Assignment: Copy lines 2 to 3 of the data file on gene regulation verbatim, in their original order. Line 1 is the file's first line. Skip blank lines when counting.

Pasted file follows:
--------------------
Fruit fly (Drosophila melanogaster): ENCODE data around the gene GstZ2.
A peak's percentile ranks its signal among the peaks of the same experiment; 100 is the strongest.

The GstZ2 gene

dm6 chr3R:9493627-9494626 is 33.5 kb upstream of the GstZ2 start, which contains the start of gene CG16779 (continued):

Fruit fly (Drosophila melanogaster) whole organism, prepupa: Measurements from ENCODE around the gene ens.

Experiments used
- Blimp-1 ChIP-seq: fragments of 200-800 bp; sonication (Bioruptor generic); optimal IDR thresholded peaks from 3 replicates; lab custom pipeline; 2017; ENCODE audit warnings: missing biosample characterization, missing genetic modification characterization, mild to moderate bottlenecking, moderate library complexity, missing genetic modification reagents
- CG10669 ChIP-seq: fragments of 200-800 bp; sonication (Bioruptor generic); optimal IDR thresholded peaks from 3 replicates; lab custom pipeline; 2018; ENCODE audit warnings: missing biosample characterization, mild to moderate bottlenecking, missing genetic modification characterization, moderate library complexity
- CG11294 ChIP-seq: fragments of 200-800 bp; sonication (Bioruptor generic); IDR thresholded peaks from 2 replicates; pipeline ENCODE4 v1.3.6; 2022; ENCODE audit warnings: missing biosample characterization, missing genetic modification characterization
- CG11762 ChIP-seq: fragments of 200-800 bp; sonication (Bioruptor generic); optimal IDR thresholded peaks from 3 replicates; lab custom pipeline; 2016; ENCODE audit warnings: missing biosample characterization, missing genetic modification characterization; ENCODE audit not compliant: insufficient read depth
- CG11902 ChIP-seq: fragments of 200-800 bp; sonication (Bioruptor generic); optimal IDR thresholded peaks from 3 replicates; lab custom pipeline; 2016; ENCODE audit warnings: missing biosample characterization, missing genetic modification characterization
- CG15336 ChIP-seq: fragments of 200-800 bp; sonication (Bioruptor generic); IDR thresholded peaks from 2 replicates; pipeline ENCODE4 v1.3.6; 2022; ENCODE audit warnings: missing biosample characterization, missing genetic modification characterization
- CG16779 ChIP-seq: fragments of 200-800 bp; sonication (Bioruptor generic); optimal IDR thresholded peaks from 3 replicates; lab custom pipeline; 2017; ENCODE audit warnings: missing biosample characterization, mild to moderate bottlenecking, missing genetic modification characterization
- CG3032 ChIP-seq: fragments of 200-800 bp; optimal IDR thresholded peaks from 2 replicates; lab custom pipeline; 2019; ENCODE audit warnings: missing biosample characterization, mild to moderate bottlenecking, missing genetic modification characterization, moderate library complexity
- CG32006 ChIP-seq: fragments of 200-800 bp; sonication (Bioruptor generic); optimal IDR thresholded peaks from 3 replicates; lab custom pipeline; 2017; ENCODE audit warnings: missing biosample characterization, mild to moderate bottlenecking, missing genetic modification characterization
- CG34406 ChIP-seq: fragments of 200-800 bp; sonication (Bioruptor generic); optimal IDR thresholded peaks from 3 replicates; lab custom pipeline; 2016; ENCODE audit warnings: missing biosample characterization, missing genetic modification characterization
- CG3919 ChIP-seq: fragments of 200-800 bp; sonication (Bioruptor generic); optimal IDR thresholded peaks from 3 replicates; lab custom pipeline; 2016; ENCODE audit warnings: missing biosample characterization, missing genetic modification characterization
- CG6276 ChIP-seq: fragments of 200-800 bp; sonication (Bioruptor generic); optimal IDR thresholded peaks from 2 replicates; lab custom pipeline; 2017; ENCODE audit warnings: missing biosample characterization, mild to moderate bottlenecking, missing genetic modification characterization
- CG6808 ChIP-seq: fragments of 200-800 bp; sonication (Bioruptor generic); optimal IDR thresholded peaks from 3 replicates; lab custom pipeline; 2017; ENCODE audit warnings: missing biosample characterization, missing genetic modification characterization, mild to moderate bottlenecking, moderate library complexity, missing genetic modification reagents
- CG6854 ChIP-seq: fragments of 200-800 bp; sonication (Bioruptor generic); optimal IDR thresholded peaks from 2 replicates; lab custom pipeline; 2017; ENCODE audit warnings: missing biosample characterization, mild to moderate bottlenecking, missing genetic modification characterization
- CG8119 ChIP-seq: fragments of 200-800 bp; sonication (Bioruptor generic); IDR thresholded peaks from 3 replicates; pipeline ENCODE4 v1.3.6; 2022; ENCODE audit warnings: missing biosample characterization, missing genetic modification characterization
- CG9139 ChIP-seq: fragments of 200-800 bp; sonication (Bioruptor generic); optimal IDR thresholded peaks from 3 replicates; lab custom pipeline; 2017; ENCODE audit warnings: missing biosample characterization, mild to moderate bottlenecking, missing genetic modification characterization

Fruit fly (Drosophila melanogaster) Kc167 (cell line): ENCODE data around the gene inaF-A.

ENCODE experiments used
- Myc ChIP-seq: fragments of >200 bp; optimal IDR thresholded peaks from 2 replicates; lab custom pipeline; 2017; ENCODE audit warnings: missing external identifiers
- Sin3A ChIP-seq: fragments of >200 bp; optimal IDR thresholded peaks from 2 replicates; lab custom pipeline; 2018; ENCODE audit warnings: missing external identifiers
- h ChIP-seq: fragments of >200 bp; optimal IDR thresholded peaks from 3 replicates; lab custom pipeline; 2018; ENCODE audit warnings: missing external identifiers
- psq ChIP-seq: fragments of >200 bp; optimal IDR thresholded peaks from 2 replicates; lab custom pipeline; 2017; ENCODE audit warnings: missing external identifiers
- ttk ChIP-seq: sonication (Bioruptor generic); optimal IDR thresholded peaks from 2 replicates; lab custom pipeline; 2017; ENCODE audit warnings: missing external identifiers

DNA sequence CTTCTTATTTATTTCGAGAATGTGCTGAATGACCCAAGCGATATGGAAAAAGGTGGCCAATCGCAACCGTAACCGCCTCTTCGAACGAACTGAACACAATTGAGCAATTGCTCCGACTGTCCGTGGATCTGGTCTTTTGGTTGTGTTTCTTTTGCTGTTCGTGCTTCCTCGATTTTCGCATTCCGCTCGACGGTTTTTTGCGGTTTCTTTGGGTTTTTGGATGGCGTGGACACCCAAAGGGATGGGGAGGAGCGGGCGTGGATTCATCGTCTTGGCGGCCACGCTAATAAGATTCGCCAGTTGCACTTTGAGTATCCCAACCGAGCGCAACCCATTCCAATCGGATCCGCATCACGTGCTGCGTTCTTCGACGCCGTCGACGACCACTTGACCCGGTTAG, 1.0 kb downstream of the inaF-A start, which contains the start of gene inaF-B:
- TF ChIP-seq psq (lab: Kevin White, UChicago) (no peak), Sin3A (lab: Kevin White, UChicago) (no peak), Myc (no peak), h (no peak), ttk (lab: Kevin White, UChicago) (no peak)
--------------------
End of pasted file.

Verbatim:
A peak's percentile ranks its signal among the peaks of the same experiment; 100 is the strongest.

The GstZ2 gene